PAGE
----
- Share the dream and lead with legacy in mind
- Foster a spirit of equity and build on your team’s strengths
- Make incremental steps towards your ‘blisspoint’
- Invest in self-care for yourself and your team
Jennifer imparts her frontline experience and infectious energy, speaking directly to every member in the audience. She brings her real-world experience of starting her company with just one client and scaling it to maximize community impact.
Her first accountant said the market would never buy in … over a quarter of a century later (and with a new accountant), Jennifer has built a company that proves good work can still make a difference.
The Legendary Count Basie Orchestra
Friday, April 13, 2018 | 7:30 PM and 9:30 PM
Saturday, April 14, 2018 | 7:30 PM and 9:30 PM
Eric Harvie Theatre
We are very pleased to announce that the Count Basie Orchestra*, under the direction of Scotty Barnhart, will be returning to the Festival. They will be performing concerts on Friday and Saturday evenings (April 13th and 14th), as well as doing a workshop and clinics during the Festival. Don’t miss this unique opportunity to see the legendary Count Basie Orchestra!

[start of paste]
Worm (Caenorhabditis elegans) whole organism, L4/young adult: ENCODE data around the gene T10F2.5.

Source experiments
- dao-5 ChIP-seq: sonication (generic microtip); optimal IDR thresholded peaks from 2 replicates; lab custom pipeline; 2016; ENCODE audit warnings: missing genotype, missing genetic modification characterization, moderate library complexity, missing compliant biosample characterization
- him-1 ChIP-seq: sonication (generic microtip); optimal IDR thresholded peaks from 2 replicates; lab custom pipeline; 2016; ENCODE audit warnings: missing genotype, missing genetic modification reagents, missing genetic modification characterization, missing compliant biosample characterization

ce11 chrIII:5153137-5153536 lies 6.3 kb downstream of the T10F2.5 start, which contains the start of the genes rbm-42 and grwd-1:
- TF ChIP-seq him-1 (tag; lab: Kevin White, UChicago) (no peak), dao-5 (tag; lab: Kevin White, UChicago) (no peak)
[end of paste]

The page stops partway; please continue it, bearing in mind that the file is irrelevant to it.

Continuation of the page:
*The Count Basie Orchestra mark appears under license from the William J. Basie Trust
Scotty Barnhart | Director
Scotty Barnhart is an internationally acclaimed Jazz trumpeter, composer, arranger, educator, author, and Director of The Count Basie Orchestra. Prior to his being selected Director of the Basie orchestra in 2013, he was its featured trumpet soloist for 20 years, and is also a two-time Grammy Award winner with the orchestra. He appears on three critically acclaimed recordings with pianist Marcus Roberts and over 15 others with artists as diverse as Tony Bennett, Diana Krall, Ray Charles, and Tito Puente.
Scotty is Professor of Jazz Trumpet/Jazz Studies at Florida State University where two of his former students won First Place in the National Jazz Trumpet Competition. Acknowledged as an authority on the history of Jazz trumpet, he gives lecture-demonstrations on the history of jazz trumpet at schools and universities all over the United States as well as in South America, Japan, China, Europe, and South Africa. Hal Leonard published his groundbreaking book The World of Jazz Trumpet – a Comprehensive History and Practical Philosophy worldwide in 2005 to rave reviews.